A Toolkit for Women Migrant Workers’ Empowerment in Malaysia: Meeting Sexual and Reproductive Health Needs

Malaysia continues to be one of the largest importers of labour in Asia. Women migrant workers constitute a significant workforce in its manufacturing, service and domestic sectors. It is estimated that women constitute almost 40 percent of its migrant population today. Women migrant workers work under severe and punitive conditions in Malaysia, with few rights... Continue Reading →

Advocacy for women migrant workers in Malaysia through an intersectionality lens

Analysing labour migration through the lens of intersectionality provides valuable insights into the complex identities of women migrant workers and the multiple discriminations they struggle with. Intersectionality advocates argue that only through adopting such an approach can women’s multiple discriminations be challenged. Drawing on a case study of seven non-governmental organisations and one focus group... Continue Reading →

Estimating the Impact of Traineeships

Final Report for the Department for Education:Traineeships are an education and training programme that provide young people aged 16-24 with an intensive period of work experience and work preparation training, as well as offering them support in improving their English and maths, to give them the best opportunity of entering an apprenticeship or employment. This... Continue Reading →

Which Way Huawei? ISDS Options for Chinese Investors

This chapter explores how recent moves by western nations to restrict the involvement of Chinese multinational Huawei in 5G telecoms development could give rise to investor state dispute settlement (ISDS) actions. China has been increasing its outgoing foreign investment and is now a player with global aspirations as evidenced in the Belt and Road Initiative... Continue Reading →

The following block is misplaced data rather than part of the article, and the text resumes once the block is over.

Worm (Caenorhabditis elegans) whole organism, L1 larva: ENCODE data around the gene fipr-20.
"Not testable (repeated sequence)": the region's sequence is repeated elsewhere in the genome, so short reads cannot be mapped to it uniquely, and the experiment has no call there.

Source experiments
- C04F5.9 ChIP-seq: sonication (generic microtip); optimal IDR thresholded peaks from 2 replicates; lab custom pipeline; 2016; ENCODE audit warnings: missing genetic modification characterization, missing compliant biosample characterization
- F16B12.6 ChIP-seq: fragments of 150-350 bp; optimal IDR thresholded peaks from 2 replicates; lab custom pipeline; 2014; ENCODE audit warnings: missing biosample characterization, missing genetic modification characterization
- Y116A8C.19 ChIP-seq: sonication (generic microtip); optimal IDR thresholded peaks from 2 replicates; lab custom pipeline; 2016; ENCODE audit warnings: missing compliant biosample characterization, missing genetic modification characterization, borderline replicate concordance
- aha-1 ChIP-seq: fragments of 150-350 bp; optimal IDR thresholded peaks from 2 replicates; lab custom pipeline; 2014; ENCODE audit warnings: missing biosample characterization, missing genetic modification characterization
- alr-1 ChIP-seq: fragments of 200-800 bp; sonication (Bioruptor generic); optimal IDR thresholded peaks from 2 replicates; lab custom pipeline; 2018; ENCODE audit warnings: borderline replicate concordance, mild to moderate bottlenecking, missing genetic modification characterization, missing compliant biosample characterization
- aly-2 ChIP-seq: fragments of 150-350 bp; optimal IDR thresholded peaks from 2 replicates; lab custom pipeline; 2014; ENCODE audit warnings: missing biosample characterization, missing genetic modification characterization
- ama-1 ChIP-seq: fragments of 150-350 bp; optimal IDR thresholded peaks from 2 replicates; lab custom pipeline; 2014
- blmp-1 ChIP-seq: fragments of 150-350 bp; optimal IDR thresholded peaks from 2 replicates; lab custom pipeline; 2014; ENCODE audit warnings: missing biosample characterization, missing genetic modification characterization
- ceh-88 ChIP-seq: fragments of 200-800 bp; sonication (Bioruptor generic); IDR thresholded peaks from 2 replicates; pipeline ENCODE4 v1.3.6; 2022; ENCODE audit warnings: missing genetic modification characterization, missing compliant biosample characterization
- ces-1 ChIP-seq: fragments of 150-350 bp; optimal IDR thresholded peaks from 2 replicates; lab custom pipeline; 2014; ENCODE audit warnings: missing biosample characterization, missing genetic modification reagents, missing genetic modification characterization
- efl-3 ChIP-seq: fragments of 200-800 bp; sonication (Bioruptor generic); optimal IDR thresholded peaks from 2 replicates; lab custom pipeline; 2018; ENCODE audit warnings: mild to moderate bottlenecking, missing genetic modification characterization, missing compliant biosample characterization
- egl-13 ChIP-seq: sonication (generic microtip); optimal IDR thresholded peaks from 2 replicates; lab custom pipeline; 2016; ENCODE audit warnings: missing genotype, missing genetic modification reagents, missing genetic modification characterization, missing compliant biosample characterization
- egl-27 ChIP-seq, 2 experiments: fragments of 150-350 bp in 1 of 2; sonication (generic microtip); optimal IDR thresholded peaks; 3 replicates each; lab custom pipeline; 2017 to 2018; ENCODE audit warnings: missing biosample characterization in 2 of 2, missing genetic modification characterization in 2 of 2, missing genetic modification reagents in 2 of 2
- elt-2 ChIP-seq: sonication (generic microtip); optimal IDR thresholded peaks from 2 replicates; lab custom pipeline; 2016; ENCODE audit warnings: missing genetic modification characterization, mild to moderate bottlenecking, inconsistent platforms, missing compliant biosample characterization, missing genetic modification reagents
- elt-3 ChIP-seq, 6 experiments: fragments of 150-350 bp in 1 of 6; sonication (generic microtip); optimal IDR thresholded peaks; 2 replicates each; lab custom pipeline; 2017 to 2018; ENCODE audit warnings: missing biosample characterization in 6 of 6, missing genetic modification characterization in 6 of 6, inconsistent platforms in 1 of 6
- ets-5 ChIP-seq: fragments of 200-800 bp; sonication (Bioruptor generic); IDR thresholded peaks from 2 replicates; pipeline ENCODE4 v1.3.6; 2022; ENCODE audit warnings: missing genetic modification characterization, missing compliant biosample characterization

Improving Financial Inclusion through the delivery of cash transfer programmes

This paper follows a quasi-experimental research design to assess the impact of the electronic payment system of Mexico’s Progresa-Oportunidades-Prospera (POP) programme. The switch from cash payments to electronic payments delivered via savings accounts is found to have medium-term effects on savings decisions, transaction costs, and coping strategies. Overall, the study finds that, following the intervention,... Continue Reading →

‘Belt and Road’: The ‘China Dream’?

This paper explores the impact of the Belt and Road Initiative (BRI), in terms of changes in trade costs and investment, on trade and consumer welfare in China, the EU, and the rest of the World. We employ a general equilibrium structural gravity approach, where the production side is modeled using mobile capital flows. Our... Continue Reading →

Geographic Protest: The Role of Counter-Mapping in Supporting Campaigns Against Large-Scale Extractive Projects in Colombia: The Case of La Colosa

In a few short years, social movements in Cajamarca, Colombia, were able to convince a once divided community almost unanimously to reject the establishment of the world’s largest gold mine on their doorstep. This paper examines the role of contestatory cartography in achieving this remarkable result. It explores the range of mapping and counter-mapping tools used... Continue Reading →

Indigenous medicine and biomedical health care in fragile settings: insights from Burundi

This study contributes to the health policy debate on medical systems integration by describing and analysing the interactions between health-care users, indigenous healers, and the biomedical public health system, in the so far rarely documented case of post-conflict Burundi. We adopt a mixed-methods approach combining (1) data from an existing survey on access to health-care,... Continue Reading →

Gold, power, protest: Digital and social media and protests against large-scale mining projects in Colombia

Colombia’s Internet connectivity has increased immensely. Colombia has also ‘opened for business’, leading to an influx of extractive projects to which social movements object heavily. Studies on the role of digital media in political mobilisation in developing countries are still scarce. Using surveys, interviews, and reviews of literature, policy papers, website and social media content,... Continue Reading →

What works to improve the quality of student learning in developing countries?

We conducted a systematic review to identify policy interventions that improve education quality and student learning in developing countries. Relying on a theory of change typology, we highlight three main drivers of change of education quality: (1) supply-side capability interventions that operate through the provision of physical and human resources, and learning materials; (2) policies... Continue Reading →